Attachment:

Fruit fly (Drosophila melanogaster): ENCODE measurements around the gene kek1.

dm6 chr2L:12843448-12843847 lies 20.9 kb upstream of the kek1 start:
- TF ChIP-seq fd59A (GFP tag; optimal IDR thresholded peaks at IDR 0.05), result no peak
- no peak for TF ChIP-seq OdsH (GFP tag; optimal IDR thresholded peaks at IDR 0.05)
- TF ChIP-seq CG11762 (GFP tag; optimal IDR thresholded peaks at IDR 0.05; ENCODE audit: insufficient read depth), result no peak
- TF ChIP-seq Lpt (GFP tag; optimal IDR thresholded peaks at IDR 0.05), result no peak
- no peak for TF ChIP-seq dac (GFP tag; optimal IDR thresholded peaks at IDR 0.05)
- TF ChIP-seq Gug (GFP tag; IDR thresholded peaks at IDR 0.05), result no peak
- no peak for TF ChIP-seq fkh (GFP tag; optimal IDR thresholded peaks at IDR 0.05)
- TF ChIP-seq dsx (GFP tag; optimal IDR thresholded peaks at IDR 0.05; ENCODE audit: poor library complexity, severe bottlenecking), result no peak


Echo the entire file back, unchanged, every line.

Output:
Fruit fly (Drosophila melanogaster): ENCODE measurements around the gene kek1.

dm6 chr2L:12843448-12843847 lies 20.9 kb upstream of the kek1 start:
- TF ChIP-seq fd59A (GFP tag; optimal IDR thresholded peaks at IDR 0.05), result no peak
- no peak for TF ChIP-seq OdsH (GFP tag; optimal IDR thresholded peaks at IDR 0.05)
- TF ChIP-seq CG11762 (GFP tag; optimal IDR thresholded peaks at IDR 0.05; ENCODE audit: insufficient read depth), result no peak
- TF ChIP-seq Lpt (GFP tag; optimal IDR thresholded peaks at IDR 0.05), result no peak
- no peak for TF ChIP-seq dac (GFP tag; optimal IDR thresholded peaks at IDR 0.05)
- TF ChIP-seq Gug (GFP tag; IDR thresholded peaks at IDR 0.05), result no peak
- no peak for TF ChIP-seq fkh (GFP tag; optimal IDR thresholded peaks at IDR 0.05)
- TF ChIP-seq dsx (GFP tag; optimal IDR thresholded peaks at IDR 0.05; ENCODE audit: poor library complexity, severe bottlenecking), result no peak